The author states up front that rather than be the kind of detailed biography you can find anywhere else, this is specifically a look at Elizabeth Taylor’s rise to stardom. I think that’s a bit disingenuous. Much like any other famous Elizabeth in history, it’s impossible to separate the lofty career from the personal life of the woman herself. One defines the other.
Everything that made Taylor who she was is put under the spotlight for this. Her parents and upbringing within the studio system are detailed, which helps to put her career as an independent actress into proper perspective. Her husbands, friends, colleagues, and even her detractors are all set into her orbit, their worlds revolving around her star. There are a great many quotes, anecdotes, and news clippings within that help round out the basic facts, but at the end of the day, Taylor’s star power outshines everything, including the author’s attempts to be unbiased. There are some private conversations that are seemingly quoted verbatim, which don’t seem to have any supporting documentation, but they are believable and add to the already heightened personality of this story. How much is true? Where a Hollywood legend is concerned, who’s to say? There’s a great line in the Jimmy Stewart film The Man Who Shot Liberty Valence that pretty much sums up the nature of this book:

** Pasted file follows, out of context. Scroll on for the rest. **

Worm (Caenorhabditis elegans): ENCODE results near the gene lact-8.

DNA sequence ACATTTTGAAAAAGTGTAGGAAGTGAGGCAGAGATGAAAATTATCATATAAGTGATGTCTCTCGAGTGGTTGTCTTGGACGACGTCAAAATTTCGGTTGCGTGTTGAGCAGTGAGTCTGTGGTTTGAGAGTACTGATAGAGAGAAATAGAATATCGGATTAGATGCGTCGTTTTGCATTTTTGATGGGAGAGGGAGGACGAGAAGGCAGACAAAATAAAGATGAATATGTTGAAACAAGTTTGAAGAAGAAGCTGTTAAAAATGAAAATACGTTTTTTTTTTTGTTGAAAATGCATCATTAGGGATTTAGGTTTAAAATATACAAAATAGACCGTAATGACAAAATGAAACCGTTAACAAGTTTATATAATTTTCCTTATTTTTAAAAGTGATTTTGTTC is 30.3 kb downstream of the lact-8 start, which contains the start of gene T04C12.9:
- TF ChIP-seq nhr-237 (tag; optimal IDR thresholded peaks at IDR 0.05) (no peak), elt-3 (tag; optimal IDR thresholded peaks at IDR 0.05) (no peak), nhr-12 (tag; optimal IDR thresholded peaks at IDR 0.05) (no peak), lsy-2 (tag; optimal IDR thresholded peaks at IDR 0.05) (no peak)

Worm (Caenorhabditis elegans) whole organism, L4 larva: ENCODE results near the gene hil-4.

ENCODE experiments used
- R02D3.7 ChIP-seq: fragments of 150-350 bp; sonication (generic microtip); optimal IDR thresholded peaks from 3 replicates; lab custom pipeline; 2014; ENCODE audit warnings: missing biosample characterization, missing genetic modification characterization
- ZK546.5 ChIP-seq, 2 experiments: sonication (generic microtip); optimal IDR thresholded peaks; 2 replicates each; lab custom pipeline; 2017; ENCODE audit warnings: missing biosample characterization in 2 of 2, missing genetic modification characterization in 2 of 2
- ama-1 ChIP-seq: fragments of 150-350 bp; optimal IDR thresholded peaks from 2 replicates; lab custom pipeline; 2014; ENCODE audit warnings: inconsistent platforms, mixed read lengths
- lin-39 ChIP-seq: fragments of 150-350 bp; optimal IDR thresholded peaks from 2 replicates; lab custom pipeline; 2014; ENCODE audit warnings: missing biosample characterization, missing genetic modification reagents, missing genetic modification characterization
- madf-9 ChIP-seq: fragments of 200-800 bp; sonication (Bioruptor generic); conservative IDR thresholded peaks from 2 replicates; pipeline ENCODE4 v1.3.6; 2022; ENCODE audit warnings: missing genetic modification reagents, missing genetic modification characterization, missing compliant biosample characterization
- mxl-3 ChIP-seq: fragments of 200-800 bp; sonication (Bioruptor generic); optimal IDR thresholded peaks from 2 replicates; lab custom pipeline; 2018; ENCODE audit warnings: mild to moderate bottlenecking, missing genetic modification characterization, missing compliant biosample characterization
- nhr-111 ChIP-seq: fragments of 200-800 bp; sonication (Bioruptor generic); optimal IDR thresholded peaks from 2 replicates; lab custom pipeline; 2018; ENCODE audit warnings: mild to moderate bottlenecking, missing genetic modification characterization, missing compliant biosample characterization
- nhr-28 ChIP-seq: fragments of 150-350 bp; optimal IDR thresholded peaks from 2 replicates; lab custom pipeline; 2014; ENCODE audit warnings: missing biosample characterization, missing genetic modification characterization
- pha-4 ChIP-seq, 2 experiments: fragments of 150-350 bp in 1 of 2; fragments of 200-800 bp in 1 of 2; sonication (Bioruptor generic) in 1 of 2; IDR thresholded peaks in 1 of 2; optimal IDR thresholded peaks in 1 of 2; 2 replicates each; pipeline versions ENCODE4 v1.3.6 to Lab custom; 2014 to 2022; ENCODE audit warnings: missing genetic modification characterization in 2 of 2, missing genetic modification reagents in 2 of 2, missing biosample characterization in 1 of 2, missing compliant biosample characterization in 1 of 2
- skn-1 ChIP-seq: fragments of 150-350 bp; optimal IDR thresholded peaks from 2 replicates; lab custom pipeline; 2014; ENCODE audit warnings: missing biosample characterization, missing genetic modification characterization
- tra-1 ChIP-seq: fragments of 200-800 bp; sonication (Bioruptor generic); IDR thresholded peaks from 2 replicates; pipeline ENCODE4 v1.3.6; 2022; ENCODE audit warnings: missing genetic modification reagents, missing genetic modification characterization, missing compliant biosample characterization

“When the legend becomes fact, print the legend.”
That’s not to say there aren’t facts here. If anything, Taylor’s life sometimes proves that fact is stranger than fiction, such is the nature of living at her level of prestige. Regardless, if you’re interested in the glamour of Hollywood, bigger than life personalities, or just really fascinating stories from a world beyond the everyday 9 to 5, this one’s a fun read.